While cruising, there are moments of absolute joy and splendor where we can’t believe how lucky we are to be out here in our floating home in these amazing places… And then there’s those times when we think, what did we get ourselves into, and the saying, “Whatever can go wrong, will go wrong” seems much more appropriate.
Whatever you want to call it… we seem to suddenly have a whole bunch of pretty important repairs and fix-its piling up on us here in Zihuatanejo.
First and foremost, we yet again have some dinghy repairs that need to be urgently addressed.
While out at the Revillagigedos diving, our little dinghy, Arjuna, got tangled up with a big, heavy inflatable, which ripped the oar stand out. This turned into a much bigger problem when we realized that not only had the oar stand come off, but the gunnel and ply had also been cracked, creating a major structural impairment.
To strengthen it, we will need to replace a section of the gunnel, as well as patch the cracked ply hull with another layer of ply, some resin and fiberglass. Luckily, we stumbled upon a great woodworking shop in town that sold us some scrap hardwood, cut to size for the gunnels for just 20 pesos, or a little over a dollar! Not a bad start. Now the challenge will be finding a place to work on the dinghy, as it is our only transportation to and from Varuna (there is no dock to pull up to here in Zihuatanejo). The other challenge will be working with resin and fiberglass in very hot, humid conditions, which is not ideal.
Along with our dinghy repairs, we ran into more transportation problems…
Our very last day at Isla San Benedicto we started to have problems with our trusty old outboard when it cut out on us as we were coming back from a dive. Luckily, we were able to get it running and get back to Varuna, but upon our arrival here in Zihuatanejo, it refused to start.
The motor is a 1980’s 3.5 HP Nissan 2-stroke, which although old, has been pretty dang reliable. We went through the regular checks of cleaning the carburetor and changing the spark plugs, and still nothing. Then, we tried changing the gear oil and adding oil to lubricate the cylinders… nothing. Although this sort of problem is exactly why we wanted to avoid getting an outboard in the first place, it normally wouldn’t be a huge deal to have the outboard out of commission for us, as we almost always row everywhere….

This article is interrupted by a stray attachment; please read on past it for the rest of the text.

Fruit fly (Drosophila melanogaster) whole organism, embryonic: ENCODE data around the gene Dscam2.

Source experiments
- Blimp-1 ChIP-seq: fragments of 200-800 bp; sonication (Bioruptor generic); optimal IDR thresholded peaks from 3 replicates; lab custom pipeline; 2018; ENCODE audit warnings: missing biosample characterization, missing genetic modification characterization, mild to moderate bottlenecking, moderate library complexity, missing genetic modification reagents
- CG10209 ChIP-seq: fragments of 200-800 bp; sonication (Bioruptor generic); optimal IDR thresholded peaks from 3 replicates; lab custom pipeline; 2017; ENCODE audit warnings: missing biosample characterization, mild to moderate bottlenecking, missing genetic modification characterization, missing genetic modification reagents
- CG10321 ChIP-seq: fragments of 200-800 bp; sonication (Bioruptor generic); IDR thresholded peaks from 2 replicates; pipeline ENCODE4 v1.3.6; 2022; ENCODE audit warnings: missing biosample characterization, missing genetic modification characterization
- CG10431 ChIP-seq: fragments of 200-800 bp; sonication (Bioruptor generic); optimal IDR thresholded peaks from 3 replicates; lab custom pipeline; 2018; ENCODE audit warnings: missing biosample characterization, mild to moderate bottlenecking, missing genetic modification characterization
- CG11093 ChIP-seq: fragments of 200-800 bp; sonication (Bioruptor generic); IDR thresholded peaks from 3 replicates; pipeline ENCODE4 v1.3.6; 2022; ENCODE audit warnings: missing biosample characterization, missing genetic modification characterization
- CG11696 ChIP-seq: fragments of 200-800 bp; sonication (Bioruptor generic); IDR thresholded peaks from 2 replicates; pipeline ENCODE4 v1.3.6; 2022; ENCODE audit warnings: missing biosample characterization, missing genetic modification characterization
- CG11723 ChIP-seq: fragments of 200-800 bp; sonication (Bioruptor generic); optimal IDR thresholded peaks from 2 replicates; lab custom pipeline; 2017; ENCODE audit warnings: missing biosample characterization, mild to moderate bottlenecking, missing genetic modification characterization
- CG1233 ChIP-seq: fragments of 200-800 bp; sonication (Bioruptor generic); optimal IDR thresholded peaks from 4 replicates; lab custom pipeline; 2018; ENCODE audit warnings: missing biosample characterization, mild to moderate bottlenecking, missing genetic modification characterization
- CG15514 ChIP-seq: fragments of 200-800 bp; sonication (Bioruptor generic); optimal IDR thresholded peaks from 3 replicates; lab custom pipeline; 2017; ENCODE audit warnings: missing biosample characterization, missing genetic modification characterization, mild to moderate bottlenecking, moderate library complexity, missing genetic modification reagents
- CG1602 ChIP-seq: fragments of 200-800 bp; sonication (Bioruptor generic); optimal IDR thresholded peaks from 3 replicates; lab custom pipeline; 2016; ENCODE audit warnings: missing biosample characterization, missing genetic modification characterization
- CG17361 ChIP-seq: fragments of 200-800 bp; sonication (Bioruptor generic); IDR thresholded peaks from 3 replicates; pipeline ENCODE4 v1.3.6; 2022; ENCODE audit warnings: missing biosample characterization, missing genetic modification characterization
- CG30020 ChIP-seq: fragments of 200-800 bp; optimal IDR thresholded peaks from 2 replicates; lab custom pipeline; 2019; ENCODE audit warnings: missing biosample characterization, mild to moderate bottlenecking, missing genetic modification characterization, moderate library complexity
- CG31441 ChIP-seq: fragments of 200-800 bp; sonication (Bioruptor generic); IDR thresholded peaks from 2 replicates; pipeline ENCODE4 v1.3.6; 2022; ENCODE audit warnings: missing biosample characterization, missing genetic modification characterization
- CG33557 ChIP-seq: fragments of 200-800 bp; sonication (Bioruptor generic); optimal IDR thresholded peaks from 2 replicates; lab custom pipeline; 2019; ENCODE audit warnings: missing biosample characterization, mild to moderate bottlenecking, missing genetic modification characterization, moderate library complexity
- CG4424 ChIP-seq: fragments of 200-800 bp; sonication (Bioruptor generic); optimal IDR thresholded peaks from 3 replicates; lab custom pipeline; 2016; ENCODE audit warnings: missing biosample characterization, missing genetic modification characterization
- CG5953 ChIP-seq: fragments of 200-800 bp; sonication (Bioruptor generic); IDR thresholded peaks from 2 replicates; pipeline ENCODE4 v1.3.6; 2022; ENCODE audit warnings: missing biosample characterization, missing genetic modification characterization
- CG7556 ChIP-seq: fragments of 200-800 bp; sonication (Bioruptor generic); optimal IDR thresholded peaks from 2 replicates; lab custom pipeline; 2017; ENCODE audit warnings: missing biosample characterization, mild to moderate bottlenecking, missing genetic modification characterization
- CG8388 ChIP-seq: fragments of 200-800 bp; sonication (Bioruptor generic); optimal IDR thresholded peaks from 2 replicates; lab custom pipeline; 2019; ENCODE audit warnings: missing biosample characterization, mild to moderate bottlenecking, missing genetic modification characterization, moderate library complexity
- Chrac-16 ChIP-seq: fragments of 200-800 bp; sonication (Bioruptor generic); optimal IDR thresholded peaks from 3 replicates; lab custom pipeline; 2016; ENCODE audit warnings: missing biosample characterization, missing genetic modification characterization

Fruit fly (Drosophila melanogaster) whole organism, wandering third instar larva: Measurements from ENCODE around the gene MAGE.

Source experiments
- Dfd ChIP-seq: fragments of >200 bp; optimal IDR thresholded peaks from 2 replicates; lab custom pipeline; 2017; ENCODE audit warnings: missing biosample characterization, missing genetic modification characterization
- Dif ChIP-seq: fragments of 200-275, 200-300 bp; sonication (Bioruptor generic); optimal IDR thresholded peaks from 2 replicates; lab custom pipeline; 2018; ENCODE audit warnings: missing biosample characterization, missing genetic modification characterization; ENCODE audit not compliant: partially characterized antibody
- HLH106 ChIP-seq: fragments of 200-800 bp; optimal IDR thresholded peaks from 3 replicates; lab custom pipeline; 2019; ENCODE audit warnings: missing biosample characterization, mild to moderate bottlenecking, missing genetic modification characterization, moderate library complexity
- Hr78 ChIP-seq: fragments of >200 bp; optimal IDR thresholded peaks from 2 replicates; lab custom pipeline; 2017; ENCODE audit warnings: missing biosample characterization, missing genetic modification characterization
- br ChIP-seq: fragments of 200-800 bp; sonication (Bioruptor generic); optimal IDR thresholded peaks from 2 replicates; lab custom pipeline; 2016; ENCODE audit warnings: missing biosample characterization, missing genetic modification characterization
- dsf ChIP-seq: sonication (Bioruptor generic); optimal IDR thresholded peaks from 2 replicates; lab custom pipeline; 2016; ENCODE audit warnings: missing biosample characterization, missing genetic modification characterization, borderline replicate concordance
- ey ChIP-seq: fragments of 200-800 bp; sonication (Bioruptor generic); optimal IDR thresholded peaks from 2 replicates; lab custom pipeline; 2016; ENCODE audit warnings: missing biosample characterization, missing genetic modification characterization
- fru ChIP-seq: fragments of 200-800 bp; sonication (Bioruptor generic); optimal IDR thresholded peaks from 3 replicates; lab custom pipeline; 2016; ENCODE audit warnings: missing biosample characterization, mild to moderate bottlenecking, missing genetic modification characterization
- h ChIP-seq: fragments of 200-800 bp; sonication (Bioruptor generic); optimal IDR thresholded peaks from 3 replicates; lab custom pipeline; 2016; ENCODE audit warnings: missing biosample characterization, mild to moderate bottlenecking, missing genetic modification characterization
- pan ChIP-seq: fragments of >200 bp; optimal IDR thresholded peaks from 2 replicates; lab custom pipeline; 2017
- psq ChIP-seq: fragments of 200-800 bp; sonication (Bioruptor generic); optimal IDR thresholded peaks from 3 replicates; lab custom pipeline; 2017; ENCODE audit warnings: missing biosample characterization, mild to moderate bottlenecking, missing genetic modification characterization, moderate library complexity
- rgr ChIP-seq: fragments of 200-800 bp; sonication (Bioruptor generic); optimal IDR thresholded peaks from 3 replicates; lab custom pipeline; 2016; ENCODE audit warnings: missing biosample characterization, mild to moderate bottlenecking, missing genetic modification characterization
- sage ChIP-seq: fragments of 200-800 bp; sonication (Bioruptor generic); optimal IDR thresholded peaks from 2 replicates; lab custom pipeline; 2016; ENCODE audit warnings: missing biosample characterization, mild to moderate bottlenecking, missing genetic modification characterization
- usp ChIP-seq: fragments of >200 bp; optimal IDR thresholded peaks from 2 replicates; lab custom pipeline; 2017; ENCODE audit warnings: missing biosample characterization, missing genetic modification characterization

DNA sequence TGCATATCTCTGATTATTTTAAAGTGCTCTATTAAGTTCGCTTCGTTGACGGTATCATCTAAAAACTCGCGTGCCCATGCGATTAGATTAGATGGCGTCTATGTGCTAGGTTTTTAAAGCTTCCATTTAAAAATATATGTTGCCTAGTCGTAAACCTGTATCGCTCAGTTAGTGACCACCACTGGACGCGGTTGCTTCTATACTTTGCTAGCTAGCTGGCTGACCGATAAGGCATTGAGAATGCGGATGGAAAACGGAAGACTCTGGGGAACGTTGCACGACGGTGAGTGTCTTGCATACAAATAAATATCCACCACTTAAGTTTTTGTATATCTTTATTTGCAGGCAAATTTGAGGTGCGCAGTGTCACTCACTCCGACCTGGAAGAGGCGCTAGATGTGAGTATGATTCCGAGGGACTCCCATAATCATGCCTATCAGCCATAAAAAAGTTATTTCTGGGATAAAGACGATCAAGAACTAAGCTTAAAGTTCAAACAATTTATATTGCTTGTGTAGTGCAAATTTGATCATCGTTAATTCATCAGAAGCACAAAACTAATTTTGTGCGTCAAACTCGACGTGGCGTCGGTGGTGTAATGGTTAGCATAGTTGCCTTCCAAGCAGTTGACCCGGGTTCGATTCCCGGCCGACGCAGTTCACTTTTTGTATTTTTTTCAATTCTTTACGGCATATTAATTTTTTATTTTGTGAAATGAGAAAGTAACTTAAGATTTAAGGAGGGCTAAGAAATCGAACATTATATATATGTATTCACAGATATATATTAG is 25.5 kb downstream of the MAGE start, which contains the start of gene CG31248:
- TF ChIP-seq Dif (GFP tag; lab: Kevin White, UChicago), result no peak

Well… Sometime during our first day in Zihuatanejo, we managed to also LOSE AN OAR!! It was at this point that our day really took a turn for the worse. I mean seriously, a broken dinghy, non-working motor, and now somehow we’re down an oar too?! Careless us had left the oars in the oar stands while the dinghy was tied up behind the boat. Well, one must have worked its way out of the oarlock (the rubber stopper holding them in place isn’t 100% secure) as we bobbed in the swells and floated free.
While Ty continued to try to get the motor running, I got out the paddle board and went out paddling around the bay and along the beaches and rocks looking for our oar, with no luck…
So now our main mode of transportation is a broken dinghy, with one regular oar and one SUP paddle (trying not to damage the paddle too much). Needless to say, getting to and from shore is not easy.
We were able to find a local outboard mechanic who agreed to work on our little tiny outboard. We were assured it was an easy fix, but after a whole week in his shop, he’s determined that it’s either a cracked cylinder or ring, which means we don’t have compression. This is bad news because it’s the kind of thing that costs more to fix than the motor is worth.
Now, it would be great if these were the end of our problems, but we have TWO MORE major issues that also need critical attention! Yikes.
As you may have seen in our Episode 107, on our sail from Magdalena Bay to the Revillagigedos we managed to bend our whisker pole pretty badly. It sat on our side deck while we were out at the islands and as we made our 550 nm passage back into the mainland, but now that we were back to civilization, we needed to get it off the side deck and see if it was fixable.
Wandering around town, we found a local aluminum shop and a guy that agreed to come take a look at it. The damage is to the inner extension part of the pole, and there’s basically two options to fix it… cut off the bent section and significantly shorten the pole, or replace the inner extension with a new section of aluminum.